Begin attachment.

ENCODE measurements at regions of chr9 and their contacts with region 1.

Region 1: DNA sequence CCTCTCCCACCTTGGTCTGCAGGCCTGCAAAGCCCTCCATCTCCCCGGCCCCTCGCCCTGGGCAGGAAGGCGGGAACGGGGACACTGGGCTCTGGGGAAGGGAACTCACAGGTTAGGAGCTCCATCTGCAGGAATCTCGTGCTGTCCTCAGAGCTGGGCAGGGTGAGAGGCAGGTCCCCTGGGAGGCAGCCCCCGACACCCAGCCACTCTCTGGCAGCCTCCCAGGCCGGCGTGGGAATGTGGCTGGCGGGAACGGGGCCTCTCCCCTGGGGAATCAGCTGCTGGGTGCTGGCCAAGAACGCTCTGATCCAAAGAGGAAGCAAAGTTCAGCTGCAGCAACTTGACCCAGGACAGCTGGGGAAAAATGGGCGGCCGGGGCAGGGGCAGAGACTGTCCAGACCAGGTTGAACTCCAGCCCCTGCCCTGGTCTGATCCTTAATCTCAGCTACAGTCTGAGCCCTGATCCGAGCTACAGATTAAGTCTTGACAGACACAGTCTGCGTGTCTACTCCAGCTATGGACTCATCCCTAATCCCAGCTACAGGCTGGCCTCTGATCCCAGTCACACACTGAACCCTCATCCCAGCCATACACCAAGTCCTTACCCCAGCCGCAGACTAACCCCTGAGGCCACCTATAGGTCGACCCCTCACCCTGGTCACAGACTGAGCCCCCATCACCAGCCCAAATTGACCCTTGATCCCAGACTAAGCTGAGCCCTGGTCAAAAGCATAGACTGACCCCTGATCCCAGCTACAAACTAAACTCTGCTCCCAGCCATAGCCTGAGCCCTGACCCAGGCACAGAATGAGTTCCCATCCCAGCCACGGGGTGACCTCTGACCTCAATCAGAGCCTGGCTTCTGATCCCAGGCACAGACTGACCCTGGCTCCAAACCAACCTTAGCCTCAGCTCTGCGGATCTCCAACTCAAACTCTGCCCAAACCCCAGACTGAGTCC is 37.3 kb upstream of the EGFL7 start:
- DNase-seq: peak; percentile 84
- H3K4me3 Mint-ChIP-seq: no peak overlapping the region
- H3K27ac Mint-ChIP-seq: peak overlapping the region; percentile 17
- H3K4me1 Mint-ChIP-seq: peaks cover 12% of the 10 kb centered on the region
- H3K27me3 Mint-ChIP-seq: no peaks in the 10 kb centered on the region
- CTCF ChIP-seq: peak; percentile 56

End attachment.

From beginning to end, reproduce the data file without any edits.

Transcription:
ENCODE measurements at regions of chr9 and their contacts with region 1.

Region 1: DNA sequence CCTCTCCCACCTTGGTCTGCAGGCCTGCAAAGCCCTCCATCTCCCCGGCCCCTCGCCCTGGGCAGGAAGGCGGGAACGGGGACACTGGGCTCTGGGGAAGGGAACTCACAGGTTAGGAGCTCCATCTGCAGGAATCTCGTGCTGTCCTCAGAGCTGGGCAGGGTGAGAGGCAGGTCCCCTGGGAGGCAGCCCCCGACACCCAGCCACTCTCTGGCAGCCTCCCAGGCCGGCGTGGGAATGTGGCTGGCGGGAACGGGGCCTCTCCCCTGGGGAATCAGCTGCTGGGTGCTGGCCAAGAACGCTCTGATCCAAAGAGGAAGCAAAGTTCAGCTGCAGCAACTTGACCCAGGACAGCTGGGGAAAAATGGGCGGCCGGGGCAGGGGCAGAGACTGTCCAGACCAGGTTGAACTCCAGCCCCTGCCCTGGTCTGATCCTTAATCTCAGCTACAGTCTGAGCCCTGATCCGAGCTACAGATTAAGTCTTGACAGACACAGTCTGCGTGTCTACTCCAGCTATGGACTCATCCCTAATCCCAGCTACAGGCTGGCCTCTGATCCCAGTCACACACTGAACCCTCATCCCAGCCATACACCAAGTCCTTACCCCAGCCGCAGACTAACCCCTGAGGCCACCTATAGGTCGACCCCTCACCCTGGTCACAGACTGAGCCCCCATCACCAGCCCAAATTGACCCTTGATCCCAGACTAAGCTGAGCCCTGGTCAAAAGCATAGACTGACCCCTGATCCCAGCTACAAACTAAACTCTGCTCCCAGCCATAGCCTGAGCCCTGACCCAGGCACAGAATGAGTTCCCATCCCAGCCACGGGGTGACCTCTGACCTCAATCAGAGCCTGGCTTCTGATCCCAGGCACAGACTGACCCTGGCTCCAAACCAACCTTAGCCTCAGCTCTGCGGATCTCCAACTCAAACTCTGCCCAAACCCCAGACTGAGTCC is 37.3 kb upstream of the EGFL7 start:
- DNase-seq: peak; percentile 84
- H3K4me3 Mint-ChIP-seq: no peak overlapping the region
- H3K27ac Mint-ChIP-seq: peak overlapping the region; percentile 17
- H3K4me1 Mint-ChIP-seq: peaks cover 12% of the 10 kb centered on the region
- H3K27me3 Mint-ChIP-seq: no peaks in the 10 kb centered on the region
- CTCF ChIP-seq: peak; percentile 56